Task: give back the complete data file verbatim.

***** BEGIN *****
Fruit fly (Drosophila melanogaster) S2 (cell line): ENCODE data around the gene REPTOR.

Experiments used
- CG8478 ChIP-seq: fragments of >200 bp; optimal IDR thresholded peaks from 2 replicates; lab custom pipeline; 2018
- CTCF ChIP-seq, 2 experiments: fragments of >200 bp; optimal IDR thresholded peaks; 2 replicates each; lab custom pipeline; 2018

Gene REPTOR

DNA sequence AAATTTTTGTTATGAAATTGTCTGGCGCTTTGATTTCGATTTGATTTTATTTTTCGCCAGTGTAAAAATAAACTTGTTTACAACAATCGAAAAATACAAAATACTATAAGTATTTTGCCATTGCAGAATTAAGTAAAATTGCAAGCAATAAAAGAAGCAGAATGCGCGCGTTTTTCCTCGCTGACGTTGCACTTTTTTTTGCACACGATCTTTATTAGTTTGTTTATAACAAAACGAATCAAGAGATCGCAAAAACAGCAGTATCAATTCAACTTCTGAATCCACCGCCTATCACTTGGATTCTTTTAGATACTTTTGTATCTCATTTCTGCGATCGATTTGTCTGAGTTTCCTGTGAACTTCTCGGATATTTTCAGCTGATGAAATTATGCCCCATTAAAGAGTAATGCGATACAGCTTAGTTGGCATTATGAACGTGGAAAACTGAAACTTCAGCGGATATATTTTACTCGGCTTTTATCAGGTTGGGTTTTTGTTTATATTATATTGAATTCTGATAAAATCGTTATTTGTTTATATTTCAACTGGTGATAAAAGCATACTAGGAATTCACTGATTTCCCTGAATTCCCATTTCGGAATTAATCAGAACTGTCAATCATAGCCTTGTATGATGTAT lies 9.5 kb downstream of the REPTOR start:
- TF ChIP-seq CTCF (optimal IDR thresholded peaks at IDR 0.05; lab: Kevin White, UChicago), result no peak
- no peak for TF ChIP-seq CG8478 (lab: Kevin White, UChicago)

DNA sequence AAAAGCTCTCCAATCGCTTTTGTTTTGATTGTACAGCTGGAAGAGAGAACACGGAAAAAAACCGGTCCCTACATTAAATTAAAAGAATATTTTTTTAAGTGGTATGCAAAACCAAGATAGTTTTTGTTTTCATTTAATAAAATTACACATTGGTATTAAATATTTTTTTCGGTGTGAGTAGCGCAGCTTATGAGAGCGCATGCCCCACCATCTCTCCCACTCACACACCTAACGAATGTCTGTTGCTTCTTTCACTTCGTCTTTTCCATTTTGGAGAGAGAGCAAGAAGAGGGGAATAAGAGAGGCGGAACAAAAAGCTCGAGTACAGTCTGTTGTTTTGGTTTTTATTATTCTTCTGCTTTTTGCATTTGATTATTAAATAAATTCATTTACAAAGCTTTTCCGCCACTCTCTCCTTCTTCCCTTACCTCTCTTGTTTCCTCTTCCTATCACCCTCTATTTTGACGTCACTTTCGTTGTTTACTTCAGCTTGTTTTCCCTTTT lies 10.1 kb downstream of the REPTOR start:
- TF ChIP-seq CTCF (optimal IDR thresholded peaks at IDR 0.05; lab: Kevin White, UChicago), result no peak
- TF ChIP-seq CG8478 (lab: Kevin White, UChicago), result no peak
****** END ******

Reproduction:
Fruit fly (Drosophila melanogaster) S2 (cell line): ENCODE data around the gene REPTOR.

Experiments used
- CG8478 ChIP-seq: fragments of >200 bp; optimal IDR thresholded peaks from 2 replicates; lab custom pipeline; 2018
- CTCF ChIP-seq, 2 experiments: fragments of >200 bp; optimal IDR thresholded peaks; 2 replicates each; lab custom pipeline; 2018

Gene REPTOR

DNA sequence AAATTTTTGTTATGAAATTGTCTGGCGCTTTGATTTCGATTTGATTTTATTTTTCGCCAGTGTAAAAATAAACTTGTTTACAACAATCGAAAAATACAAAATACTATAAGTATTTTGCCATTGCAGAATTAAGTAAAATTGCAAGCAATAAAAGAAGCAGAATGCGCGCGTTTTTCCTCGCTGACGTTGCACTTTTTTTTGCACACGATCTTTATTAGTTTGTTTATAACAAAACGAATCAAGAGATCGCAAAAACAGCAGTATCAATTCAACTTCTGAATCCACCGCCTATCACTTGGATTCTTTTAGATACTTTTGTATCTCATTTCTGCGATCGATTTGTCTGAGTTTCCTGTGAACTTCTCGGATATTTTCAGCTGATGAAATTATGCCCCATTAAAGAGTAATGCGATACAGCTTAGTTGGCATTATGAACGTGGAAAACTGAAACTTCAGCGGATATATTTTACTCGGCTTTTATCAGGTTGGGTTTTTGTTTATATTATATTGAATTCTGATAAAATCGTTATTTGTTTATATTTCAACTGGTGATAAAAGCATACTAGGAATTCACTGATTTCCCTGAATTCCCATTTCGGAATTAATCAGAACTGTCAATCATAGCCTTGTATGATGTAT lies 9.5 kb downstream of the REPTOR start:
- TF ChIP-seq CTCF (optimal IDR thresholded peaks at IDR 0.05; lab: Kevin White, UChicago), result no peak
- no peak for TF ChIP-seq CG8478 (lab: Kevin White, UChicago)

DNA sequence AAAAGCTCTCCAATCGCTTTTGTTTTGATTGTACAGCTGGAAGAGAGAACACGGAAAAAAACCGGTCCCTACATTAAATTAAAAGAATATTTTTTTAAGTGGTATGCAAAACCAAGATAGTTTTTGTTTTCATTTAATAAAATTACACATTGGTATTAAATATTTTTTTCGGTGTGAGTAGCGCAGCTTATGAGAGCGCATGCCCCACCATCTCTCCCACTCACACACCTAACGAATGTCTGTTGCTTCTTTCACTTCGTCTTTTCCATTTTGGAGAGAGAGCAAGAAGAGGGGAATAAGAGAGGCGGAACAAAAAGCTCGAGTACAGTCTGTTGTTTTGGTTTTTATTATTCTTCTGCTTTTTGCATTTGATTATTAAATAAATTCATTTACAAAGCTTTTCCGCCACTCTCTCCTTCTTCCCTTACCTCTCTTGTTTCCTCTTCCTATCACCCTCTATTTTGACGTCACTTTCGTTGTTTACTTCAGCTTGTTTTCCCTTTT lies 10.1 kb downstream of the REPTOR start:
- TF ChIP-seq CTCF (optimal IDR thresholded peaks at IDR 0.05; lab: Kevin White, UChicago), result no peak
- TF ChIP-seq CG8478 (lab: Kevin White, UChicago), result no peak